We talked about it for 10 days or so before we set off. The prospect of the seaside resulted in frequent gasps of anticipation, hand clapping and checking she knew where her spade was. Partly because she didn't know we had a seven-hour drive ahead of us, setting off in the car gave rise to countless whoops of joy.
Well, as is so often the case with UK holidays, the weather was not looking too good when we arrived. But it did nothing to prevent my little girl from enjoying herself – she was so delighted at setting eyes on the long imagined beach, she celebrated by immediately removing every stitch of clothing and running, at full pelt in big circles, for about two hours.
One day, when the sun was feeling shy, we visited the wonderful Lost Gardens of Heligan. As we didn't arrive there until almost 3pm, we decided to pick just one part to amble through and we settled on the Woodland Walk, which is magical with its ancient twisted trees and cool, damp air.
When I saw in the leaflet one of the highlights – a huge sculpture of a giant's head poking out from the ground – I decided to make the experience a bit more magical.
'SSSSHHHH!' I said, as we started our little trek. A cow had mooed somewhere off in the distance.
'I think I heard one of the dinosaurs.'
She gasped. 'Dine-y-sors?'
'Oh yes. But they only have little ones here. They're about the size of rabbits. Oh, and there are fairies,' I said. 'But those are even smaller.'
'And, of course, there are giants.'
'Yes darling! But if you want to see any of them, you have to make a wish.'
She squeezed her eyes so tight her whole face changed shape.
'What did you wish to see?'
Phew. The plan had worked. I knew Ava would wish for a giant and her expression, when she saw him peeking up through the ground was a picture. She approached very cautiously, and then quietly said to him: 'Hello. Want walk with me?'
Unfortunately, being buried up to the nose prevented the mossy monster from answering, but I managed to convince open-mouthed Ava that he had winked at her and, after having what she presumed to be an appropriate conversation with a giant (all about her sparkly pumps), we went on our way.
As we wandered, I thought how lovely it must be to be two – when magic is still a real part of life. But then Ava screwed up her face again. Uh-oh.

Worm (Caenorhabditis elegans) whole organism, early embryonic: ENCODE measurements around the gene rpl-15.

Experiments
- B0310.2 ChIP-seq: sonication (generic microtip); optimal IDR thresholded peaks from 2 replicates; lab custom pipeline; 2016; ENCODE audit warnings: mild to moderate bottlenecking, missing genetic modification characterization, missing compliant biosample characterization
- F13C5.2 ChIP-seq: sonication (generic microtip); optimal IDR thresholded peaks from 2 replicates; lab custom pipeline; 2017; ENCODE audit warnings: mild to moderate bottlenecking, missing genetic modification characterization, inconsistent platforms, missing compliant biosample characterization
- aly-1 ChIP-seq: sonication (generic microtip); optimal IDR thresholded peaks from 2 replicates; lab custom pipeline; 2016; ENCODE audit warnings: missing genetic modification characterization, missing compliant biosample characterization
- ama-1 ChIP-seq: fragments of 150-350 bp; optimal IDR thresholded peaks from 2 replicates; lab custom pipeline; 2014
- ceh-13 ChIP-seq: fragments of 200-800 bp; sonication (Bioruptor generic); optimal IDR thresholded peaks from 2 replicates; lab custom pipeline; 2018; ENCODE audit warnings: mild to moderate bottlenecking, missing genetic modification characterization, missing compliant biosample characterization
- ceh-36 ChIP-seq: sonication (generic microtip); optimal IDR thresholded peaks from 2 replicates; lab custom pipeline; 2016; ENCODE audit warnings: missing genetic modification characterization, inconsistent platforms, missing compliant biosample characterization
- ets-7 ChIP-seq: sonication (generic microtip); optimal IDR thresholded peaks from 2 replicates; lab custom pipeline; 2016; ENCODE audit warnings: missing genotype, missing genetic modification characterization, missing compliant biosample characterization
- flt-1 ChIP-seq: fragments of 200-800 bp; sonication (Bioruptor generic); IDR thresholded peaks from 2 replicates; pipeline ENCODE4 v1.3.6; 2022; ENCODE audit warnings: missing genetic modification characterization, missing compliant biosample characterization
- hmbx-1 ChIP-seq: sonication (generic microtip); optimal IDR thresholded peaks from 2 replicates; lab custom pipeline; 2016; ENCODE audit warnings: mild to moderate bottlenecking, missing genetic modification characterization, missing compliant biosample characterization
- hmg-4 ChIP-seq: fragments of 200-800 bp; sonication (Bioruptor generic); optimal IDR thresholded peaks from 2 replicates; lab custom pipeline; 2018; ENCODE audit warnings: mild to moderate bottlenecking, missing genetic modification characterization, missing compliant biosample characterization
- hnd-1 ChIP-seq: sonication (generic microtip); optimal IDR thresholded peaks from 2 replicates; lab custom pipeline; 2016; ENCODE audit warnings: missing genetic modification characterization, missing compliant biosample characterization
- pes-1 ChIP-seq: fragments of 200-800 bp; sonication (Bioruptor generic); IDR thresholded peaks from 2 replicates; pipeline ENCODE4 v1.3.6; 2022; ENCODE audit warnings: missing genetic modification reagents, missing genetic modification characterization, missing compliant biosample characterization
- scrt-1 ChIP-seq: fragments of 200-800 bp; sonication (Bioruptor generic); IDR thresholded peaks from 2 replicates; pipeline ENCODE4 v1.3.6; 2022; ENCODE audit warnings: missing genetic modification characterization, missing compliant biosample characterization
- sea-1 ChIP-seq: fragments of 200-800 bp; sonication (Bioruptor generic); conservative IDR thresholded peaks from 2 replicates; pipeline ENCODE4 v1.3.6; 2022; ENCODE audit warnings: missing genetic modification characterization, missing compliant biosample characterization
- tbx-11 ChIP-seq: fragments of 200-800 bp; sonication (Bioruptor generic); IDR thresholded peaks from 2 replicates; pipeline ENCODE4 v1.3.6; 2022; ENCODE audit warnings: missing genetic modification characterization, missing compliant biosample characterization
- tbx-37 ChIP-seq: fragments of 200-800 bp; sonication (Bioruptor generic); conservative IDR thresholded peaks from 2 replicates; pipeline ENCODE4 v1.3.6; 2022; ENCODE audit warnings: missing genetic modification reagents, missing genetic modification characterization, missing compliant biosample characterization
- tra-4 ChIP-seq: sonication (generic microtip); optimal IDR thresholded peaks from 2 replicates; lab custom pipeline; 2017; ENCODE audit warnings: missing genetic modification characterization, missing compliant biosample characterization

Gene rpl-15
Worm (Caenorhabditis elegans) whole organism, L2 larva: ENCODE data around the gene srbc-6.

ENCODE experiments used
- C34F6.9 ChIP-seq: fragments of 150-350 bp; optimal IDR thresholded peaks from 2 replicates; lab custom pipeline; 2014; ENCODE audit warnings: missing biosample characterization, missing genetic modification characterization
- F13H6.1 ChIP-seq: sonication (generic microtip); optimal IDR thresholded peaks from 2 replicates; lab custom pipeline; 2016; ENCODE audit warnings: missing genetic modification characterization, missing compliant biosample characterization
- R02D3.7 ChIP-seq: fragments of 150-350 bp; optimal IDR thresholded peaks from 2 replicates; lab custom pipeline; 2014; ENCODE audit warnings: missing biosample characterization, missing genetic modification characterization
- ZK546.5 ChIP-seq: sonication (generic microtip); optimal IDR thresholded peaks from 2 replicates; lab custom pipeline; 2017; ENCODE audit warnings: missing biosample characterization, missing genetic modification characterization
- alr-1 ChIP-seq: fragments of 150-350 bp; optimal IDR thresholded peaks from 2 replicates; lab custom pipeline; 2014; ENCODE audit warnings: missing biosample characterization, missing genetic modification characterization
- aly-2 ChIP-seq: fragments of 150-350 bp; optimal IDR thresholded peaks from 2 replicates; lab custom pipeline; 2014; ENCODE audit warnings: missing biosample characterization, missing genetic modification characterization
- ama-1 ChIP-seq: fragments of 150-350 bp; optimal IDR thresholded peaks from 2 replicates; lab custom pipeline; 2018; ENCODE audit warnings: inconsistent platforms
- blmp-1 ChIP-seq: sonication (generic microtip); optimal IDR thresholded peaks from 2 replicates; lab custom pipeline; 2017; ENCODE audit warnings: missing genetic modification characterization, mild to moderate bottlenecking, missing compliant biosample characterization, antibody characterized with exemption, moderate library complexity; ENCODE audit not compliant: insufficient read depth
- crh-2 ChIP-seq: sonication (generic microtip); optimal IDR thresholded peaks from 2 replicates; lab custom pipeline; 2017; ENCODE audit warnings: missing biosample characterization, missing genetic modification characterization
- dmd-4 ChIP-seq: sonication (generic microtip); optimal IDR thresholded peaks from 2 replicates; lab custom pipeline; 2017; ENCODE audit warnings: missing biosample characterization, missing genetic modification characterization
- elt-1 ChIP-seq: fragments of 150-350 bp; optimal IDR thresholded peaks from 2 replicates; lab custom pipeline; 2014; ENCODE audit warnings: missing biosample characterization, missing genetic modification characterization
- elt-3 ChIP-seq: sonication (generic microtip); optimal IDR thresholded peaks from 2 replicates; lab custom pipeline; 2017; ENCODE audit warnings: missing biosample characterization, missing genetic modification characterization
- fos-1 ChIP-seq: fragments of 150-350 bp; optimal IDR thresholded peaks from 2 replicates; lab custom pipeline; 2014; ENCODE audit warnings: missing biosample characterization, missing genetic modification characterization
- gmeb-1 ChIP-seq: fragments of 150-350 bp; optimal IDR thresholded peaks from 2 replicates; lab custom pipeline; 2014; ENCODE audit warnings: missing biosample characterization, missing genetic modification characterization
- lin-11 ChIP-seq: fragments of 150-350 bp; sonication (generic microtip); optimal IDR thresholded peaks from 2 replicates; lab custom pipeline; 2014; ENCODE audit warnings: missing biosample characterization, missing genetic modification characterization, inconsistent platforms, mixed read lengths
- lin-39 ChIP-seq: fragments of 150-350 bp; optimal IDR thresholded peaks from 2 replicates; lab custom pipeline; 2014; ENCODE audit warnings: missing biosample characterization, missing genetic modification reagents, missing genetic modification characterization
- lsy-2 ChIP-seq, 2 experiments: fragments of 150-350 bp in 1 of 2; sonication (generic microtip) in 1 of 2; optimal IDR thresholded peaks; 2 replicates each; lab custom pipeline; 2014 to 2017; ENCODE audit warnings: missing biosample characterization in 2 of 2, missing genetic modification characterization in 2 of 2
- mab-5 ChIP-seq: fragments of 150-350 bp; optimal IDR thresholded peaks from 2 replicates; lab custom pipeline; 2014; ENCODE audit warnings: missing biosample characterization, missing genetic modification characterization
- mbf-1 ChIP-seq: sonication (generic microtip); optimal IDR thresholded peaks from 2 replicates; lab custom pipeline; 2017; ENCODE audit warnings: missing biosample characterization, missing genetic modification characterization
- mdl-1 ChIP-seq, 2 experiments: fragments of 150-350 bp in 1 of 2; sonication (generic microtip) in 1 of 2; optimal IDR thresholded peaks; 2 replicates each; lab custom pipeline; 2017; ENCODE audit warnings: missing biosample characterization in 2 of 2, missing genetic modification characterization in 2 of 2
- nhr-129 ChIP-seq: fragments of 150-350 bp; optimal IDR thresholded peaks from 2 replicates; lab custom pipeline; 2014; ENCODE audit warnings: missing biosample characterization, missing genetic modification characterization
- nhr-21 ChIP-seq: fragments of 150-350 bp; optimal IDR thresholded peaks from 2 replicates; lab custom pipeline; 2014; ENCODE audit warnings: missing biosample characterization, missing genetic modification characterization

'Er, what are you wishing to see now darling?'
Her answer was not what I expected: 'A frog!'
Excellent! We were considerably more likely to come across a frog than a fairy or a dinosaur – and I was really hopeful when we walked down a steep slope to a large lake. But what with all the foliage, I couldn't get close enough to the water's edge and, despite looking and looking, there were just no frogs to be seen.
Ava didn't seem too disappointed so we started back up a steep track. Despite lagging behind, she impressed me by walking and not asking to be carried and when we were close to the top, I tried to hurry her on: 'Come on darling, nearly there!'
But Ava was looking at something tiny on the ground. And then she gasped.
I walked back, and there it was: a teeny weeny little froglet, perhaps a quarter-of-a-mile from the lake, just ambling along that stony track.
I haven't ever seen anyone quite so excited to see a frog. Daddy had to come back down from the top (carrying Ruby) to see it. We named it ('Froggie'), we asked it whether it had lost its mummy and we offered it some juice from a beaker approximately 30 times its size.
It took quite some convincing to get Ava to leave that little creature, but after a bit of a cuddle and (almost – I didn't want her to inhale it) a kiss we put in back in the undergrowth. Ava waved and looked a bit sad. 'It's special frog,' she said.
Yes, of course it was special – it wasn't just a frog, it was a wish come true.